That being said, mobile payments are considered more secure than traditional magstripe credit cards. That's because they mask card information during the payment process in a way that makes it virtually impossible for fraudsters to copy it, even if the merchant's network is compromised.
In contrast, magstripe cards encode raw card information right in the magnetic strip, leaving the door wide open for hackers who've breached merchant networks and in-person thieves who've installed cheap card skimmers on remote readers. When paired with an RFID blocker belt to deter wireless theft, a mobile payment system is significantly more secure for consumers — and, by extension, retailers.
Mobile contactless payments aren't just easy to accept, they're cheap too. Accepting Apple Pay or Android Pay has the same effect on your transaction margins as accepting traditional magstripe and EMV cards. When you use PayJunction's system to accept magstripes, EMVs or tap-to-pay, you pay the standard Interchange fee plus a 0.75% surcharge, which is a bargain compared to what other payment processors charge.
In a fast-moving world, seconds matter. Although the time investment required to insert an EMV card and wait for the payment to process is not an order of magnitude greater than what’s required to tap a phone to an NFC reader, it's significant for harried customers. Tap-to-pay customers can pay with one extended, fluid motion.
By contrast, there's little to be done during the 16 seconds a typical EMV transaction takes to process. It might not seem like a big deal, but customers are liable to walk away from that uncomfortably long interval feeling like they've lost time they'll never get back, which is true.
The "everyone is doing it" argument doesn't always work. However, when not following the crowd can actually hurt your bottom line, it proves persuasive.
That's what's happening with tap-to-pay systems right now. In the United States, merchants resisting the mobile payments revolution aren't yet losing money as a result. But that day could be closer than you think.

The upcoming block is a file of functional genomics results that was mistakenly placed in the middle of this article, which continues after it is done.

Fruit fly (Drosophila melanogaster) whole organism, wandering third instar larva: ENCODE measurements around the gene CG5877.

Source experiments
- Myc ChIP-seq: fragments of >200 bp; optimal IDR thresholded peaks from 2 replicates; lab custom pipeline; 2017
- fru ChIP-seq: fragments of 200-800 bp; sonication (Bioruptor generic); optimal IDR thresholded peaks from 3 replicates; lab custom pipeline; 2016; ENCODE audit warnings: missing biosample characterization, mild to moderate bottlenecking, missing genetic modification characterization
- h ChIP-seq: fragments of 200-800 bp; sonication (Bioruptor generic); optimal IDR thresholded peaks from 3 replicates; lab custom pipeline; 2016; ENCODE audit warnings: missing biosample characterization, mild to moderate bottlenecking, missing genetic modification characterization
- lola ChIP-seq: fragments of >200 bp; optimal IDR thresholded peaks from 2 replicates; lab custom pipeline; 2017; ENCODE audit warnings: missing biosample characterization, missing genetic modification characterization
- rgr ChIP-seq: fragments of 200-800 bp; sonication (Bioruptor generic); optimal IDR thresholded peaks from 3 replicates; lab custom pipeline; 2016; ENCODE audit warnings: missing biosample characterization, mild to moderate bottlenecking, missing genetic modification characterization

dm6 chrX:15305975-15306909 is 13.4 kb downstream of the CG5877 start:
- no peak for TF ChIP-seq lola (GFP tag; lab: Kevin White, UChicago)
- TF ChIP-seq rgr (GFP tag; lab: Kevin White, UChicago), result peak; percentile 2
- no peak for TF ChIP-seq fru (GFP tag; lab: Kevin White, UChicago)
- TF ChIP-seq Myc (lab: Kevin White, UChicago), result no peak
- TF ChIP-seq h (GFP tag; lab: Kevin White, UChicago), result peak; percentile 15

As more consumers adopt mobile payments as their primary in-person payment method (and even occasional users come to expect the option to pay by phone wherever they go), they may see mobile-incompatible merchants as out of touch, or even backward. And that's not a good look for retailers seeking to remain competitive in the digital age.
Consumers who fully embrace mobile payment solutions such as Apple Pay and Android Pay can theoretically sever (or at least loosen) ties with one of the most potent symbols of consumerism: the physical wallet. Storing a lineup of credit and debit cards on a mobile payment app means not taking those cards along on errands, day trips or vacations.
Don't underestimate the extent to which that simple change reduces the friction around in-person payments. When customers no longer have to stop, remove their wallets, retrieve the appropriate card, and run it through a reader, they're liable to approach the point of sale with a bit less trepidation.
About the Author
Aaron Geers is a technology writer for Money Crashers, who covers personal finance, small business, mobile apps and gadgets.